Since the early 1970’s the Courts have been required to take into account the value of any pension held by both parties to a divorce in determining their financial settlement. However, before the introduction of pension sharing, it was not possible to transfer either the value of the pension benefit or the benefits themselves from the scheme member who owned the benefits to another person.
The Welfare Reform and Pensions Act 1999 introduced pension sharing as an option available for divorce cases where proceedings were lodged on or after the 1st December 2000.
One of the main benefits of pension sharing is that it should help to achieve a clean break settlement for the divorcing couple. It aims to provide a secure income in retirement for the former spouse and enable both parties to become financially independent of each other. It allows pension benefits to be treated like any other asset and allows a proportion or the whole of the value to be transferred from the scheme member to the former spouse. Payment of the pension will be direct to the former spouse and will not be affected by changes after the divorce to the circumstances of the scheme member.
Pension sharing results in the physical and legal, transfer of pension benefits from one party to another. Once the sharing arrangement has been completed it is permanent and cannot be undone. This means that all parties involved should ensure that them and former spouse are aware of the likely outcome and take independent advice where necessary.
Pension sharing is just one option available to the Court when dealing with pensions. The options include:
- No Order: the Court can decide that no settlement is required e.g. this may be the case where both parties have similar pensions provision in their own right.
- Offsetting: this is the reallocation of other property or assets e.g. the value of your pension rights can be offset against other assets such as the equity in the family home.
- Attachment and Earmarking Orders: the former spouse or civil partner receives payment from your pension either as a lump sum or by periodical payments.
- Pension Sharing: a share of the value of the Armed Forces Pension is transferred to the former spouse or civil partner who will become a member of the pension scheme in their own right and will be known as a pension credit member.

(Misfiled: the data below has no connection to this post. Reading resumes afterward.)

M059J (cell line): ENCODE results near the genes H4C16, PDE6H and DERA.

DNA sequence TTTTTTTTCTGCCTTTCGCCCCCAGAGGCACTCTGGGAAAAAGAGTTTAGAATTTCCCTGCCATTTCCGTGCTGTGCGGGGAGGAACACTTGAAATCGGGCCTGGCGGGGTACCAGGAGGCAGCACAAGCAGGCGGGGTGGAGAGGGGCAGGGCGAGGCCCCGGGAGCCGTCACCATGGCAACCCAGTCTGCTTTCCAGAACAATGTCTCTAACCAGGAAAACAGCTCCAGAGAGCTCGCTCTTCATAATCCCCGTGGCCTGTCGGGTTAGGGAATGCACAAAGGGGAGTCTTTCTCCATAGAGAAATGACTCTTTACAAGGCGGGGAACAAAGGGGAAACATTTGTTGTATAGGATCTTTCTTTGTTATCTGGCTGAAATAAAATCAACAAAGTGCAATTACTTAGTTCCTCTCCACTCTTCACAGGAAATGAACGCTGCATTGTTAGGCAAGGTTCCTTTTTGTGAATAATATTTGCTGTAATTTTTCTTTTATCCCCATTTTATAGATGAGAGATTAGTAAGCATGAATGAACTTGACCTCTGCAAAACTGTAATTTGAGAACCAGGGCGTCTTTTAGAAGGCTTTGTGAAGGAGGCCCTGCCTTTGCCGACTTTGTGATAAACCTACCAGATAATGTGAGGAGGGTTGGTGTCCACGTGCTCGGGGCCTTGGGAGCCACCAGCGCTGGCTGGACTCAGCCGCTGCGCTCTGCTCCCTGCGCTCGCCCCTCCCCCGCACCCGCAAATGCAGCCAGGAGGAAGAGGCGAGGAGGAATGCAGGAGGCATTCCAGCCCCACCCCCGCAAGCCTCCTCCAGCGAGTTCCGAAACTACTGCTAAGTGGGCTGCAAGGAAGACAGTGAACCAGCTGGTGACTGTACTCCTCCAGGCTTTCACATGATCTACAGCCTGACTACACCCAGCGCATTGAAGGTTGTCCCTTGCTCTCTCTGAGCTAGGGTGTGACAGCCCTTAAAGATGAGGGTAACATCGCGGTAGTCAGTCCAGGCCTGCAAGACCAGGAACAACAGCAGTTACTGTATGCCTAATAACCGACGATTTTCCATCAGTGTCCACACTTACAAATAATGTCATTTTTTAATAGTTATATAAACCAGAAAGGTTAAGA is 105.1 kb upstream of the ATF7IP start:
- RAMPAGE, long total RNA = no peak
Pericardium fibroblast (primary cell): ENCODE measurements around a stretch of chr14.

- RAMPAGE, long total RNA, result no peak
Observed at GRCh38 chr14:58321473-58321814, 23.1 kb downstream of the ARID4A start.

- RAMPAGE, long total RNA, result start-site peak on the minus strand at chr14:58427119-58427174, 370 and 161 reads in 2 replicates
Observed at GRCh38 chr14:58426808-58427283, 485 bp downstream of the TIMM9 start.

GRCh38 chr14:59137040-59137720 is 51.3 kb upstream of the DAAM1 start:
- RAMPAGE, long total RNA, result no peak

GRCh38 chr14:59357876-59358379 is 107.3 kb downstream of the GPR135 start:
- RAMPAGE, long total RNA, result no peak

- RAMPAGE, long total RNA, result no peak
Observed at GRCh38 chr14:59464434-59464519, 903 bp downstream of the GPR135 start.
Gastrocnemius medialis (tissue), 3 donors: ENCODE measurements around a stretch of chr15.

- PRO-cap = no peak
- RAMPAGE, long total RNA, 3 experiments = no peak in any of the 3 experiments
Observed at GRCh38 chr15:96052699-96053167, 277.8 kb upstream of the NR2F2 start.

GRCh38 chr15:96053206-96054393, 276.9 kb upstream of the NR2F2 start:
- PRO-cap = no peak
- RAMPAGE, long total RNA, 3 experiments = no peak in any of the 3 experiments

The first thing that the member needs to do when considering their pension benefits in their divorce/dissolution is to request in writing to Veterans UK a valuation of their shareable pension benefits, Cash Equivalent Transfer Value (CETV) and a pension scheme. You should complete a divorce/dissolution form (AFPS/Divorce/2), request for assessment of pension scheme benefits or Cash Equivalent Transfer Valuation for divorce/dissolution proceedings, see Veterans UK pension forms and send to Veterans UK at:
Pensions on Divorce Section, Mail Point 480, Kentigern House, 65 Brown Street, Glasgow, G2 8EX
If a Pension Sharing Order is considered appropriate the Court will decide how the value, this is normally a percentage, should be apportioned. Once the Order is made the scheme administrators will revalue the members pension benefit and implement the Pension Sharing Order within a four-month period, which begins with the day on which Veterans UK has received the entire relevant pension sharing documentation including any payment of any administrative charges, or on the date that the Pension Sharing Order takes effect, whichever is the later. This is known as the implementation period; it is within this period that the scheme administrators will select a date on which the member’s shareable pension benefits are revalued and this is known as Valuation Day. Once the valuation has been carried out the member’s pension will be reduced by the value of the shareable pension benefits (the percentage ordered by the Court). The amount of the member’s pension remaining to the member is known as a pension debit and the member will be known as a Pension Debit Member (PDM).
By applying the percentage set by the Court Order to the value of the pension benefit on the Valuation Day, Veterans UK calculate the pension credit and must give benefits to the former spouse/civil partner. The amount of the member’s pension is transferred to the former spouse or civil partner will be known as the pension credit and the former spouse or civil partner will be known as the Pension Credit Member (PCM).
It should be noted that the earliest age the former spouse or former civil partner can claim their pension is aged 60 or 65 depending on the rules of the scheme. PCM’s may now claim their benefits at the age of 55 or current age if over 55, rather than 60 or 65, but their benefits will be adjusted for early payment. They can write to Veterans UK (Glasgow) requesting a pension forecast of how much their pension will be worth following adjustment if they were to draw it from age 55 (or older if they are already over the age of 55). If they are content with the figures, they can request Veterans UK (Glasgow) to pay at an earlier age.
The details of the charges relating to pensions on divorce/dissolution within the Veterans UK charging regime see AFPS pensions on divorce charging regime.
Caroline Ryan Consultant Solicitor at Tozers Solicitors has extensive experience in dealing with pensions on divorce. When necessary she will advise in relation to an Actuary to calculate the effect of the Pension Sharing Order in respect of benefits.
Call us on 01392 207020 for more information.